When We Mistake Charity for Compassion

September 16, 2016

Matthew 20:29-34

29 As Jesus and his disciples were leaving Jericho, a large crowd followed him. 30 Two blind men were sitting by the roadside, and when they heard that Jesus was going by, they shouted, “Lord, Son of David, have mercy on us!”

31 The crowd rebuked them and told them to be quiet, but they shouted all the louder, “Lord, Son of David, have mercy on us!”

32 Jesus stopped and called them. “What do you want me to do for you?” he asked.

33 “Lord,” they answered, “we want our sight.”

34 Jesus had compassion on them and touched their eyes. Immediately they received their sight and followed him.


What a stunning contrast. Did you catch it?

The crowd rebuked them. . . . Jesus had compassion on them

Two blind men.

The crowd saw them as deplorables. In those days, if someone was blind someone must have sinned—the blind guy or his parents or someone. Isn’t it still that way to some degree. When we see someone in jail or on the side of the road begging we think to ourselves (whether we are willing to admit it or not) that they are where they are for a reason. And if we are really honest we will have to admit that deep down we also think we are where we are and we aren’t where they are for a reason. Whatever it was they did, we did not do.

Two blind men.

The crowd rebuked them. . . . Jesus had compassion on them

But the crowd wasn’t a bunch of haters. They were every day ordinary people like us. Even if the crowd wanted to respond to the cries of the blind men, they knew they had nothing really to offer them. I think that’s the big difference. Jesus had something to offer them.

That word, “compassion” as we’ve noted before, holds a depth of meaning beyond the usual way we think of the word. The phonetic spelling of the Greek word is, ‘splangkh-nid’-zom-ahee.” It carries the meaning of a deep inward care for people that comes from the core of one’s identity. The word describes how God feels about the human race. The word describes how God wants us to feel about the human race. It literally means a disposition towards others coming from the internal organs, the heart and guts and such.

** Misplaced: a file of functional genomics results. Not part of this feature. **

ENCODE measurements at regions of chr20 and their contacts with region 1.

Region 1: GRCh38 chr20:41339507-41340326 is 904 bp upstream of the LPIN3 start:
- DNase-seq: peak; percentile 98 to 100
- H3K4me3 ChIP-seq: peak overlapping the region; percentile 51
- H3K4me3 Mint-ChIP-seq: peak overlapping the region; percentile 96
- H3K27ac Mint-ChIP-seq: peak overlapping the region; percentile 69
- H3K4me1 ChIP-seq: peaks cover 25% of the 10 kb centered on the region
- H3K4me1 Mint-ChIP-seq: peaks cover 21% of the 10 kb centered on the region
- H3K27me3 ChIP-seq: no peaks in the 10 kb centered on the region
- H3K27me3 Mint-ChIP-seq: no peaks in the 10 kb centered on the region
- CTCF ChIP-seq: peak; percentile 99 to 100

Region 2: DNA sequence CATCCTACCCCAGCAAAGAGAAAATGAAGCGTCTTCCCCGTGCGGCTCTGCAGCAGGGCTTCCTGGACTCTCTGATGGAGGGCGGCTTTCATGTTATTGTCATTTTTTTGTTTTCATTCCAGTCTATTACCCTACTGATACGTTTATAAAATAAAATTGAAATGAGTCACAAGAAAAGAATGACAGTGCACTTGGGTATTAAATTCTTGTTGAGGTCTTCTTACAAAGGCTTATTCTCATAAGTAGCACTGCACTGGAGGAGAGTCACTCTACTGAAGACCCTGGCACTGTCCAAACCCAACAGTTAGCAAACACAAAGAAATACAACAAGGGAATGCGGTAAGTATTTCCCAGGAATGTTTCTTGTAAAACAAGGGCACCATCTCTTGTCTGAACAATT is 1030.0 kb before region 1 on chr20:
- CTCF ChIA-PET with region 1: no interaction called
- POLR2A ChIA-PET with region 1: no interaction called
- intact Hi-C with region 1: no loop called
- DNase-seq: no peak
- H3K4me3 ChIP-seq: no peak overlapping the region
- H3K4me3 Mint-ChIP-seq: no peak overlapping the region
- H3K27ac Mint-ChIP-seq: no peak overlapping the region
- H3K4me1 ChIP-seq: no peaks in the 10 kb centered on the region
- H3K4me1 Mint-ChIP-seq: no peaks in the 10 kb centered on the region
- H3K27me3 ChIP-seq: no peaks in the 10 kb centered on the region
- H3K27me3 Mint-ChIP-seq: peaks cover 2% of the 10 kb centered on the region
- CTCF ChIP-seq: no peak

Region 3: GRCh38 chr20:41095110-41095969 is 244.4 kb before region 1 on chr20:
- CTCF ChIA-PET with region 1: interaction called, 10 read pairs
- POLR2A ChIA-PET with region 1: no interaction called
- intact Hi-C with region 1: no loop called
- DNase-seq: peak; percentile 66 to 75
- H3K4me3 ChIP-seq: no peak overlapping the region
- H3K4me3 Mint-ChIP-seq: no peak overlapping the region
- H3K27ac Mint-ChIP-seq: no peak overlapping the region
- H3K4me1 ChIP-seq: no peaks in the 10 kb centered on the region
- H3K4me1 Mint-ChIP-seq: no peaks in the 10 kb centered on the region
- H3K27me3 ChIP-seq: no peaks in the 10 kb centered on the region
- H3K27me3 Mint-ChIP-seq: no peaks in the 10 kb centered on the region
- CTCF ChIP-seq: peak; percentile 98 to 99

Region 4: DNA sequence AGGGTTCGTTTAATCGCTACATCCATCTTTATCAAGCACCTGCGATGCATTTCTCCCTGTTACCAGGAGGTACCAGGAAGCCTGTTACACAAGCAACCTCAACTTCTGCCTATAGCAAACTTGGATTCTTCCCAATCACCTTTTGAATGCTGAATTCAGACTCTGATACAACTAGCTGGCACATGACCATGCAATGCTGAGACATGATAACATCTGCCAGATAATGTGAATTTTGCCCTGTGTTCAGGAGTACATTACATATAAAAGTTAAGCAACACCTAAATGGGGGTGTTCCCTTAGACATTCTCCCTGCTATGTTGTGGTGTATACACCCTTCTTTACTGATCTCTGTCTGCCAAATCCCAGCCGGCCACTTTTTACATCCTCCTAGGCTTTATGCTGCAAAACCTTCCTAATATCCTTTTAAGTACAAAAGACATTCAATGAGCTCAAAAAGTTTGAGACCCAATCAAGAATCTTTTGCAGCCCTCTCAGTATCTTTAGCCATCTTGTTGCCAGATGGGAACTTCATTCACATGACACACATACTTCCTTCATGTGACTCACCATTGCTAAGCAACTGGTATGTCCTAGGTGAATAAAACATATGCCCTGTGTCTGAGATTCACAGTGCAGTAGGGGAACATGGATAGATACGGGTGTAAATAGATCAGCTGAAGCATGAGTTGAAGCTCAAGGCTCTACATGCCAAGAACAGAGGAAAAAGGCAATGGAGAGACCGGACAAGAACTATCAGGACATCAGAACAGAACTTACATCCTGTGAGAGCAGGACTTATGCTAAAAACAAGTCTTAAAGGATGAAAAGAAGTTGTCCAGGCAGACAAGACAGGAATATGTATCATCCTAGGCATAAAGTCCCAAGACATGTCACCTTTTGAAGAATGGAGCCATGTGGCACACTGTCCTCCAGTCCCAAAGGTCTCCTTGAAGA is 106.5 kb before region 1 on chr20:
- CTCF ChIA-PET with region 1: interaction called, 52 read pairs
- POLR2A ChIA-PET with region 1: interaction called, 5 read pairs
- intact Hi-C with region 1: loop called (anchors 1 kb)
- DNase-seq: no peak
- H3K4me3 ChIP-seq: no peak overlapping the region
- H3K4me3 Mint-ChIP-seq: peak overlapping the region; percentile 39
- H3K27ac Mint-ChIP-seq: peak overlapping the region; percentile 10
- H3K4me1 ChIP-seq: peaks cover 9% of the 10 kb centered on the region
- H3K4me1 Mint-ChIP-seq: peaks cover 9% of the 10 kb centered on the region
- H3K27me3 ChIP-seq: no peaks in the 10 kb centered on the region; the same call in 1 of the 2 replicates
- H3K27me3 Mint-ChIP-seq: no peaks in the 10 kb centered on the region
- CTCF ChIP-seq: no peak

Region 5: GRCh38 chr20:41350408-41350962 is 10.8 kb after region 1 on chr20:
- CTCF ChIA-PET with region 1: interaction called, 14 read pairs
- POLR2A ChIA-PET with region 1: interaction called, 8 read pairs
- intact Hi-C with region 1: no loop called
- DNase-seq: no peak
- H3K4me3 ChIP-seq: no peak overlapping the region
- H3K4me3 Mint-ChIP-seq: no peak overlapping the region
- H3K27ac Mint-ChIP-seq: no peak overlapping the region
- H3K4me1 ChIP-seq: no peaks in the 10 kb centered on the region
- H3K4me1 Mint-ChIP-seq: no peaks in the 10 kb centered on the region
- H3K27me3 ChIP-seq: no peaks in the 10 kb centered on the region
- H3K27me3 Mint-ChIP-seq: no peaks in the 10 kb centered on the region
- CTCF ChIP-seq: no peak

The big truth. We will never feel this way about the human race until we step out of the crowd and into the circle of Jesus’ disciples. The beauty of the Gospel is that Jesus will not only form in us this capacity to love other people with power, he will source us with the power of the Holy Spirit to do it. It happens through imitation and impartation. Jesus gives us the model of himself to imitate and he imparts his Spirit to us to make it possible. This is why real discipleship to Jesus is a rigorous, lifelong process.

Jesus wants compassion. Crowds settle for charity. Disciples make the journey from charity to compassion. Charity throws in a few dollars to buy them a new shirt. Compassion gives them the shirt off your back. Charity asks how much can I afford to give. Compassion asks why would I hold anything back. Charity looks for loose change to help the guy on the roadside. Compassion asks the question, “What do you want me to do for you?” 


Lord Jesus, thank you for showing us what compassion looks like in real life. Thank you for showing us it’s not even possible apart from you. Thank you that not only do you teach us imitation but you give us impartation. But let us not wait for the impartation. Instead let us move out in faith that the impartation will come to us as we are obedient to extend ourselves in compassionate care of others. Come Holy Spirit and do it. We pray in your name Jesus, Amen.


1. How do you see the movement and the difference between imitation and impartation?

2. How do you reflect on the compassion of Jesus? Can you see it possible for you? What do you notice about Jesus’ compassion that you want for yourself?

3. Are you settling for charity? What would it look like to stretch toward compassion?


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J.D. Walt, is a Bond Slave of the Lord Jesus Christ.

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